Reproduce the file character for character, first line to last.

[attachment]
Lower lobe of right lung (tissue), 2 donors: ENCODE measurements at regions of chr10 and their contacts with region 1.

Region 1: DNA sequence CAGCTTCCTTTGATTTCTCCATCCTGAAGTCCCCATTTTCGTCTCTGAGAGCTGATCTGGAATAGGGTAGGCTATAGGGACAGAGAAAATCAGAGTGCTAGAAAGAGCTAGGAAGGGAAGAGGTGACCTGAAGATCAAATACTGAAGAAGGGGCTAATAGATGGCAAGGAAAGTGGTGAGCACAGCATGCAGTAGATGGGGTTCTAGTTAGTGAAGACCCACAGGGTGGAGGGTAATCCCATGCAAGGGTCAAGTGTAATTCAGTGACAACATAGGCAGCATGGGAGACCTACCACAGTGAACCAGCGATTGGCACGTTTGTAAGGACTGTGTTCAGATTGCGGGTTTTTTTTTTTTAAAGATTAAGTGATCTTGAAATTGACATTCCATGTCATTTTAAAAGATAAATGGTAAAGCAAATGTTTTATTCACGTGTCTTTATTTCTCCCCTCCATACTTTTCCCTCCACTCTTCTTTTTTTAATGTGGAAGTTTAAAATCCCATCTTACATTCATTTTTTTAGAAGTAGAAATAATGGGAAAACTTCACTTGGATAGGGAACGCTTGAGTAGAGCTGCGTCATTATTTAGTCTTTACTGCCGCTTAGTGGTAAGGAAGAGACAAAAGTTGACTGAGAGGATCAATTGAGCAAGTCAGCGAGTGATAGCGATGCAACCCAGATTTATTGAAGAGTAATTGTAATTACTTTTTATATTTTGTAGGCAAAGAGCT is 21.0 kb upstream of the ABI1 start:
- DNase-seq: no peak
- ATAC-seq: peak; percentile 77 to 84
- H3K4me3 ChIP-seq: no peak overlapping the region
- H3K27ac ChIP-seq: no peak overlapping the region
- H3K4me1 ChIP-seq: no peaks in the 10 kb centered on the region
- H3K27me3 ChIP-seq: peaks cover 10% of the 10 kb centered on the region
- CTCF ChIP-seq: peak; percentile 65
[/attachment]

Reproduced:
Lower lobe of right lung (tissue), 2 donors: ENCODE measurements at regions of chr10 and their contacts with region 1.

Region 1: DNA sequence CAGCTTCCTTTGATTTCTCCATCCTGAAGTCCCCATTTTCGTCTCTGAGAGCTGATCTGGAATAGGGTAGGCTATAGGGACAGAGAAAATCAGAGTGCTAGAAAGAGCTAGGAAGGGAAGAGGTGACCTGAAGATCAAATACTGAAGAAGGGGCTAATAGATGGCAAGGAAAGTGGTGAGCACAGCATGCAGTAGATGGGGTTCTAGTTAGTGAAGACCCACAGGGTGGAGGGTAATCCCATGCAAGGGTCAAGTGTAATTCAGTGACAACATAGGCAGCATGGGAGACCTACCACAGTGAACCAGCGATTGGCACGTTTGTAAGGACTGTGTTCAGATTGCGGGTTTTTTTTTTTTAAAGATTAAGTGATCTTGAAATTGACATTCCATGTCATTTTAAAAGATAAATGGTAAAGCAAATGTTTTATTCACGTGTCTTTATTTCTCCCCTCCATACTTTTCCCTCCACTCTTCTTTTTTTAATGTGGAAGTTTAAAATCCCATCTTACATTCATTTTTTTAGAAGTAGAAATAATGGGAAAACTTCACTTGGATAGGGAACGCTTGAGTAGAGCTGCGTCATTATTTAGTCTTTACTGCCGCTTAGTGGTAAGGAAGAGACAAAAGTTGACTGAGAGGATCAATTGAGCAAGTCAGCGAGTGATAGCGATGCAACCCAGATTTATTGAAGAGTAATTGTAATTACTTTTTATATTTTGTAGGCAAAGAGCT is 21.0 kb upstream of the ABI1 start:
- DNase-seq: no peak
- ATAC-seq: peak; percentile 77 to 84
- H3K4me3 ChIP-seq: no peak overlapping the region
- H3K27ac ChIP-seq: no peak overlapping the region
- H3K4me1 ChIP-seq: no peaks in the 10 kb centered on the region
- H3K27me3 ChIP-seq: peaks cover 10% of the 10 kb centered on the region
- CTCF ChIP-seq: peak; percentile 65